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Chicken of the Sea seeks exception to Buy American mandate for tuna

Chicken of the Sea tuna cans
StarKist Samoa is currently the only tuna cannery that qualifies


Pago Pago, AMERICAN SAMOA — Chicken of the Sea International (COSI), a major competitor for StarKist Samoa cannery, contends that application of the Buy American provisions to tuna purchased for the National School Lunch Program (NSLP) has resulted in higher costs and is not in the best interest of schools or students.

COSI, which is owned by Thailand-based Thai Union Inc., urged the federal government “to except canned tuna from its Buy American provisions due to quantity [8.a] and higher cost [8.b],” according to the company’s Nov. 2nd comment letter to the U.S. Department of Agriculture’s Food and Nutrition Service (FNS), which sought responses to a Request for Information on the Buy American provision in the NSLP and the School Breakfast Program (SBP).

COSI — headquarted in Lyons, Georgia — was among the more than 100 commenters who responded to the request for information, with the deadline of submission by Nov. 2nd.

According to COSI, the “Domestic Origin Certification”… “significantly limits canned tuna supply” for NSLP.

The company explained that its Lyons tuna cannery plant processes more than 150 million cans of wild-caught tuna — Albacore, Skipjack, & Yellowfin — for consumption in North America.

“Unfortunately”, argued COSI, the federal government currently requires “Domestic Origin Certification” for canned tuna for the school lunch program, meaning:

•           All tuna products used in fulfilling contracts awarded under the Master Solicitation and this Supplement must be produced in the United States. And that U.S-produced tuna means manufactured from tuna landed by American flag vessels, and completely processed in the U.S its territories, possessions, Puerto Rico, or the Trust Territories of the Pacific Islands.

Furthermore, the term U.S-produced does not include tuna caught on American flag vessels and processed outside the U.S or tuna caught on vessels other than American and processed in the United States.

COSI points out that three tuna processors provide more than 90% of the canned tuna to North America consumers and only one of those processors is able to meet the restrictive provisions for the NSLP.

COSI’s comment letter didn’t identify the “one” processor by name, but Samoa News understands that COSI is referring to StarKist Samoa.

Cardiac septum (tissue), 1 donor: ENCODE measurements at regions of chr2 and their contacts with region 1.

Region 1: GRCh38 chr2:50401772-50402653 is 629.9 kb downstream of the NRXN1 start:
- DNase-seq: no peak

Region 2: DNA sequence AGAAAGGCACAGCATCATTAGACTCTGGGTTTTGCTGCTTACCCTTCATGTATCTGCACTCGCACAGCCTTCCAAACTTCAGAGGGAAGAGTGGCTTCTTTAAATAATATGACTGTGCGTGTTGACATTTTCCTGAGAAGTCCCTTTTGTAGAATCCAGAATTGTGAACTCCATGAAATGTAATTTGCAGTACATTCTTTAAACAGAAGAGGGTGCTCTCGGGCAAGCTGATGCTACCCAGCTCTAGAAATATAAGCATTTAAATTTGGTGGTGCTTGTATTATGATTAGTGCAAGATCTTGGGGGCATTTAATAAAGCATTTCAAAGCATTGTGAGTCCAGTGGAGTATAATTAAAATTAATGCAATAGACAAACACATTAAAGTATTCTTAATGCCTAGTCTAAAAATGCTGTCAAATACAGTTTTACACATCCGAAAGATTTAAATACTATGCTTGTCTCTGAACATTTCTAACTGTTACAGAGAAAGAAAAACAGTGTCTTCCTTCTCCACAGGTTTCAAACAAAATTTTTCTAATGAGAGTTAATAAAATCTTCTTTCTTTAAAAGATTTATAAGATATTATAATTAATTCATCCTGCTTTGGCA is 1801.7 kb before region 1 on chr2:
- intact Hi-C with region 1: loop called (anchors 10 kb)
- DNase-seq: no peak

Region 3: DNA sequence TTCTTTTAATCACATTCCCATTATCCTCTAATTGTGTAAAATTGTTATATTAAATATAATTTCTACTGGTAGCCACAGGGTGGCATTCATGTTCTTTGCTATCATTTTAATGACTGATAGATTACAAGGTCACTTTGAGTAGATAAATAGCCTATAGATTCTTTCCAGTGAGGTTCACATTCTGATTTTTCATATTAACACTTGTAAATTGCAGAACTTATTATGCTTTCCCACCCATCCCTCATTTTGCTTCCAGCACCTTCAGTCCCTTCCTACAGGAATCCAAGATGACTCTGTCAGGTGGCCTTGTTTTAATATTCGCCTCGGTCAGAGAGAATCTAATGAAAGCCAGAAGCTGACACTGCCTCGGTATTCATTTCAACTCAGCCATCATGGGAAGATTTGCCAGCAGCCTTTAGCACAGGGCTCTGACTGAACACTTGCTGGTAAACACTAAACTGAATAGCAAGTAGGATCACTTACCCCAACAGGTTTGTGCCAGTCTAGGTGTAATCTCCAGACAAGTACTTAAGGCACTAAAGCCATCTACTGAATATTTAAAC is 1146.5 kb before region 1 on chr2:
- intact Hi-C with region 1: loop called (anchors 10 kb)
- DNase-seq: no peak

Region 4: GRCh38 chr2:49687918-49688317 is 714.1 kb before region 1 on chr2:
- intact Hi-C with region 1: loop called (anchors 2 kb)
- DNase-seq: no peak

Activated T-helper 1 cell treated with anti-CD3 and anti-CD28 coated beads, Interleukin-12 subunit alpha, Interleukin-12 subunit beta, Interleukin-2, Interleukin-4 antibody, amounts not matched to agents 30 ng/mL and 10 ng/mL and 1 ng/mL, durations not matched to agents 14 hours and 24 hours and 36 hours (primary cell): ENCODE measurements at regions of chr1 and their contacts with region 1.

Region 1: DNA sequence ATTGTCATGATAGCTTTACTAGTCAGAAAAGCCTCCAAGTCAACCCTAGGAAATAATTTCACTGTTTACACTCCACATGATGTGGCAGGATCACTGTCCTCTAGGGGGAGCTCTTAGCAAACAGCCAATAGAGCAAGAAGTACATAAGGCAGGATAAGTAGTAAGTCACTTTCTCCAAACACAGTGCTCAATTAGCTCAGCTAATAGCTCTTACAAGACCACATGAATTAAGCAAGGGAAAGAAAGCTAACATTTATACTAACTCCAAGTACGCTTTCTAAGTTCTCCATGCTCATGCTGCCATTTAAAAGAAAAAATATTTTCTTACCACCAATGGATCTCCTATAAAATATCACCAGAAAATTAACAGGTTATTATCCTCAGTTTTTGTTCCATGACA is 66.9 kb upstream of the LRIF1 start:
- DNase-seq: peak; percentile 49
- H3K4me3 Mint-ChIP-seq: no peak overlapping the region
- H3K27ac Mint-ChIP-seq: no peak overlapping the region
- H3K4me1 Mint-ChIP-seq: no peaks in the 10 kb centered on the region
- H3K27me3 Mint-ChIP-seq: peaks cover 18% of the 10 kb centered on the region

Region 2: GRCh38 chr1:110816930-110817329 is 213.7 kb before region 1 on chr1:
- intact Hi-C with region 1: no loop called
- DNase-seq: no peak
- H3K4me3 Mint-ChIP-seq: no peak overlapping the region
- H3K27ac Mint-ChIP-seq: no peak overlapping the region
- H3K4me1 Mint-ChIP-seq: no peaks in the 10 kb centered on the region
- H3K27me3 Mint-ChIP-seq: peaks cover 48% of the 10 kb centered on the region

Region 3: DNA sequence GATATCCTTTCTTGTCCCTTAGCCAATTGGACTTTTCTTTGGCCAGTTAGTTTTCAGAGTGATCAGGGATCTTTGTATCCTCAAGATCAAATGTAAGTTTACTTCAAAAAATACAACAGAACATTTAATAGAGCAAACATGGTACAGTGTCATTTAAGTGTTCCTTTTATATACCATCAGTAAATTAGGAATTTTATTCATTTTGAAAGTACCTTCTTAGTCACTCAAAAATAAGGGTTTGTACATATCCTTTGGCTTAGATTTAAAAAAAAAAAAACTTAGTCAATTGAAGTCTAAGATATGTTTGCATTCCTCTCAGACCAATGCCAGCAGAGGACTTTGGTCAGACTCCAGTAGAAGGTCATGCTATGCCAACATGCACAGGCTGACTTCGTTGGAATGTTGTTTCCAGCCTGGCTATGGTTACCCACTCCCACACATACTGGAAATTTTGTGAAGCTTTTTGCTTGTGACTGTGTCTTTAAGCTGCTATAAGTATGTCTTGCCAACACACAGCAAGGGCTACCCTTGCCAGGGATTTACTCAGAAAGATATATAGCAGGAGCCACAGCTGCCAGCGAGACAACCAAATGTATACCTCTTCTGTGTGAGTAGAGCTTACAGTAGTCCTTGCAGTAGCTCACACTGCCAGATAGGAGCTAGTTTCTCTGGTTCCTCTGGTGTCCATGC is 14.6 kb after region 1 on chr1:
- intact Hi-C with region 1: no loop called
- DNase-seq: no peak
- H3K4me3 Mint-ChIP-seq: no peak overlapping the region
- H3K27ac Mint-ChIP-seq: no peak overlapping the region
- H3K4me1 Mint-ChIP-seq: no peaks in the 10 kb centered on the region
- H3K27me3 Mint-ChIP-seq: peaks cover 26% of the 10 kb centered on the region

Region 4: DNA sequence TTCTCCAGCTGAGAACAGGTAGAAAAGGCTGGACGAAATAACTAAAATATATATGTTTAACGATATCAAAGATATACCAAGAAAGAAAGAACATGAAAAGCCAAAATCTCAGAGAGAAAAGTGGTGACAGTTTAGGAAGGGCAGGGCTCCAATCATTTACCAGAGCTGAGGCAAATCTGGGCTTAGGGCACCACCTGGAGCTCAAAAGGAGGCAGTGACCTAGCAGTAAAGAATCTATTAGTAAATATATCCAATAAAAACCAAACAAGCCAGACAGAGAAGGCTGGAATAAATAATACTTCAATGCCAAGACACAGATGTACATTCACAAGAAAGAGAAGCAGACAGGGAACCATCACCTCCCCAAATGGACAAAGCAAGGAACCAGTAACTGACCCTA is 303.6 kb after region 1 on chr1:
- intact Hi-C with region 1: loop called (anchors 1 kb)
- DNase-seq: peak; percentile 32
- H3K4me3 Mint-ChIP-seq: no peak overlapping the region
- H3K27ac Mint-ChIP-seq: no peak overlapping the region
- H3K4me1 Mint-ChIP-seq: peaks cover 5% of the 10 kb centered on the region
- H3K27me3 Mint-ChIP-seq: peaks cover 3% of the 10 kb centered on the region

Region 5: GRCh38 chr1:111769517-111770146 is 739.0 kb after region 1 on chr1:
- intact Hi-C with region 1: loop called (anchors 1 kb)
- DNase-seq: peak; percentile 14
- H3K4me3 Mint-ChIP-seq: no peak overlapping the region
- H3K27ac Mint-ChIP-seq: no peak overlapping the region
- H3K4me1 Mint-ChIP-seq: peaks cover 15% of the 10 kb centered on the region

“The current status quo of a single ‘approved’ supplier puts our most at risk consumers in jeopardy,” said COSI, which also states that it’s logical that a product that is wild-caught and sourced globally—more than 90% of all canned tuna species (Albacore, Skipjack, and Yellowfin) are caught outside of the U.S. out of necessity and then brought to the U.S. for processing and canning—should be “excepted.”

Regarding “higher cost”, COSI contends that application of Buy American provisions to tuna purchased for the NSLP “results in higher costs and is not in the best interest of schools or students.”

The company asked USDA to consider the finding of the U.S Government Accountability Office (GAO) in its 2020 report, referring to the GAO report titled, “AMERICAN SAMOA Economic Trends, Status of the Tuna Canning Industry, and Stakeholders’ Views on Minimum Wage Increases”.

COSI said GAO found that the Buy American provisions enabled only “one domestic tuna producer to compete for NSLP but the cost was so high that the schools waived the provisions to allow non-domestic product.”

The GAO report, citing StarKist Samoa officials, says that operating in American Samoa offers access to certain U.S. government contracts that require U.S.-sourced and -processed fish, and allows them to comply with Buy American requirements.

“However, according to the officials, most school districts that enter into such contracts waive the Buy American requirements because StarKist Co. is the only tuna company that qualifies, and as a result, competitive bids reveal that the cost of domestic product is significantly higher than the cost of non-domestic product,” the GAO report said and cited by COSI.

“StarKist Samoa reported that $15.8 million or 4 percent of its revenue in 2018 was from federal procurement that included contracts with the U.S. Department of Agriculture and the U.S. military,” the GAO report, released in June last year, said.

COSI argued that given “these higher costs and widespread waivers, tuna purchased for the NSLP should be excepted from Buy American provisions.” Furthermore, an exception would lower the costs for the NSLP and would relieve schools of the uncertainty and administrative burden associated with making waiver determinations on case-by-case basis.

COSI also said that the impact of having an additional approved tuna processor would mean affordability for school districts and a sustained, secure supply chain of additional nutritional lunches for school children nationwide.

COSI previously operated the COS Samoa Packing cannery in American Samoa, but closed down on September 2009 laying off more than 2,000 workers, as it moved its operations to Lyons, Georgia.

Details of the COSI letter, other comments and more information on the USDA request is available on federal portal [].